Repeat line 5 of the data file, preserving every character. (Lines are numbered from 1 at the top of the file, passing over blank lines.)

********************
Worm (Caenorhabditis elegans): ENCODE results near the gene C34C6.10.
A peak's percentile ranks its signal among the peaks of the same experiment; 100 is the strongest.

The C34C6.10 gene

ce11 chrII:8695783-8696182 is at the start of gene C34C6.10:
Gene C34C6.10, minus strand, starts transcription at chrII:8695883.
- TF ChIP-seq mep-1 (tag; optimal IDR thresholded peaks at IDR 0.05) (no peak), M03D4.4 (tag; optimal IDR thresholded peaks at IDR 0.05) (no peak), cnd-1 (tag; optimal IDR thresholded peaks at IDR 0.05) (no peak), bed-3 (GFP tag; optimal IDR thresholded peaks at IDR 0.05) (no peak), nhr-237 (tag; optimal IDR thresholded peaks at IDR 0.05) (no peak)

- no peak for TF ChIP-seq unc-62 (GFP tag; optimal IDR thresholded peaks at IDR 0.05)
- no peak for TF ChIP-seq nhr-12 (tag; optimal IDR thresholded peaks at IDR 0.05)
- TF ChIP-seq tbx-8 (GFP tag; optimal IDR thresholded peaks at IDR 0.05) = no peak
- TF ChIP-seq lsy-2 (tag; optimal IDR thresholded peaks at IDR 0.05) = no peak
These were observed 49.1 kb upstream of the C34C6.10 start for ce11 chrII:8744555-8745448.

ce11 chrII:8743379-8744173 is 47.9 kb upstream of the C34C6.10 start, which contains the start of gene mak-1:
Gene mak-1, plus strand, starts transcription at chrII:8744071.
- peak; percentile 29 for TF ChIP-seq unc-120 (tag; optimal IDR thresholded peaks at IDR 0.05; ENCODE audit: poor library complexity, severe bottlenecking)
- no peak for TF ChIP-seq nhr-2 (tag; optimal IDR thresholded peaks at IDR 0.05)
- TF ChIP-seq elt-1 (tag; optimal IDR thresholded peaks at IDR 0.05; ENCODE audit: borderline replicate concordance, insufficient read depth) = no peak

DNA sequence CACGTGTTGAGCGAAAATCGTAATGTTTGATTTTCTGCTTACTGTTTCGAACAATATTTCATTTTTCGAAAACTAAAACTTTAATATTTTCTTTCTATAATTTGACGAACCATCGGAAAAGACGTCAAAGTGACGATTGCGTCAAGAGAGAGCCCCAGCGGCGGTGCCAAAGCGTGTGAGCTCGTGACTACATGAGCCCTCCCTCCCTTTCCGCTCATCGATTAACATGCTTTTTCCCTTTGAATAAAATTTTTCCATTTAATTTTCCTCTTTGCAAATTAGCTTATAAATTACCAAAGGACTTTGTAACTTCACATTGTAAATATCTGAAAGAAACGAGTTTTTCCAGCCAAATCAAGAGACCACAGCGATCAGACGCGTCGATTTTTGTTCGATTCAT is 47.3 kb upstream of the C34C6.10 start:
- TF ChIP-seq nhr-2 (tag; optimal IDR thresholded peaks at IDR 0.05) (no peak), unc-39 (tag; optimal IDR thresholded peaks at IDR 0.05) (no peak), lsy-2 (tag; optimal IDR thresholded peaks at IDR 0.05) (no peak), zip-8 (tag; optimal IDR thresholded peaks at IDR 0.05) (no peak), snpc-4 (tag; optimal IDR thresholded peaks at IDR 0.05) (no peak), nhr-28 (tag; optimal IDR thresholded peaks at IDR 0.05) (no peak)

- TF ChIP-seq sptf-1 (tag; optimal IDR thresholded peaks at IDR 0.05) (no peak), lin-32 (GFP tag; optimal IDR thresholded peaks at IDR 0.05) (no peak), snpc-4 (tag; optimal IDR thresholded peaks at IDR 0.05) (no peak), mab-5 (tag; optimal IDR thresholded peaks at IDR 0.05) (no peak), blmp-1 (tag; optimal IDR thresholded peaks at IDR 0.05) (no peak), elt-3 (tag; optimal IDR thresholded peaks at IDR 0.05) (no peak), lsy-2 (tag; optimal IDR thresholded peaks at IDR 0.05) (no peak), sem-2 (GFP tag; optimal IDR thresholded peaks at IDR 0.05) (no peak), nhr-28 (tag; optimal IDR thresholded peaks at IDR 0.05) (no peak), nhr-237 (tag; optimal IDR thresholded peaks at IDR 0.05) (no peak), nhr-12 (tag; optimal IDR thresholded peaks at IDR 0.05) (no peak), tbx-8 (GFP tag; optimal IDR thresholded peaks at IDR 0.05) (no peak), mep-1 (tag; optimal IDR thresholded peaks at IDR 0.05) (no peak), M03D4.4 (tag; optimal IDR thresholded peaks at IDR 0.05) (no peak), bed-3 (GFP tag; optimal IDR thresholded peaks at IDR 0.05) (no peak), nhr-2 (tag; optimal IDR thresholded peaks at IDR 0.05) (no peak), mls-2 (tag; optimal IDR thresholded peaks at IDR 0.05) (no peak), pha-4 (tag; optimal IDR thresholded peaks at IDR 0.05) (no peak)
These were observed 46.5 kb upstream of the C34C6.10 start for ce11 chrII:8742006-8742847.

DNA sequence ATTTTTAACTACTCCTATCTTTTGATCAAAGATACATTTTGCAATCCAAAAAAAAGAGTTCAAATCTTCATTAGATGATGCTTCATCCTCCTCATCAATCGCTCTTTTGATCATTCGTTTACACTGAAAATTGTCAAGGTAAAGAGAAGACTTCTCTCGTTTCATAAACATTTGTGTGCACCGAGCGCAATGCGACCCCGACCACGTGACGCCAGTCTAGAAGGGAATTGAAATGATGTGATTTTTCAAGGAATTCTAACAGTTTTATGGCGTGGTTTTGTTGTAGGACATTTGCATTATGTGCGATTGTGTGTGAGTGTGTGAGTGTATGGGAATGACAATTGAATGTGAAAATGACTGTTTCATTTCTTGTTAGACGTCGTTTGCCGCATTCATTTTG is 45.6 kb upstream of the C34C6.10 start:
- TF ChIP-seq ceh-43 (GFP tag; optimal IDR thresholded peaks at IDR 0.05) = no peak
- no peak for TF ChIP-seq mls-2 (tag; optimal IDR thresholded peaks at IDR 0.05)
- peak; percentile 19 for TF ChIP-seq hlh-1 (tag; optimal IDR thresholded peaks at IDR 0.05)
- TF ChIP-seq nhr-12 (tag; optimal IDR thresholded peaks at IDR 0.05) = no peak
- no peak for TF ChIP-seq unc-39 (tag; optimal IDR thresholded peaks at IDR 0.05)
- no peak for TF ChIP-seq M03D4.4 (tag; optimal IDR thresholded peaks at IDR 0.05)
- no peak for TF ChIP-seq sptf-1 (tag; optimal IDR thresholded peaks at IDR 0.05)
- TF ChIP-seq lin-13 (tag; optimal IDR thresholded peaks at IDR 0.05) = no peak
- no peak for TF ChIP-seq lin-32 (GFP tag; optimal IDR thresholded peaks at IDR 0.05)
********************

Gene C34C6.10, minus strand, starts transcription at chrII:8695883.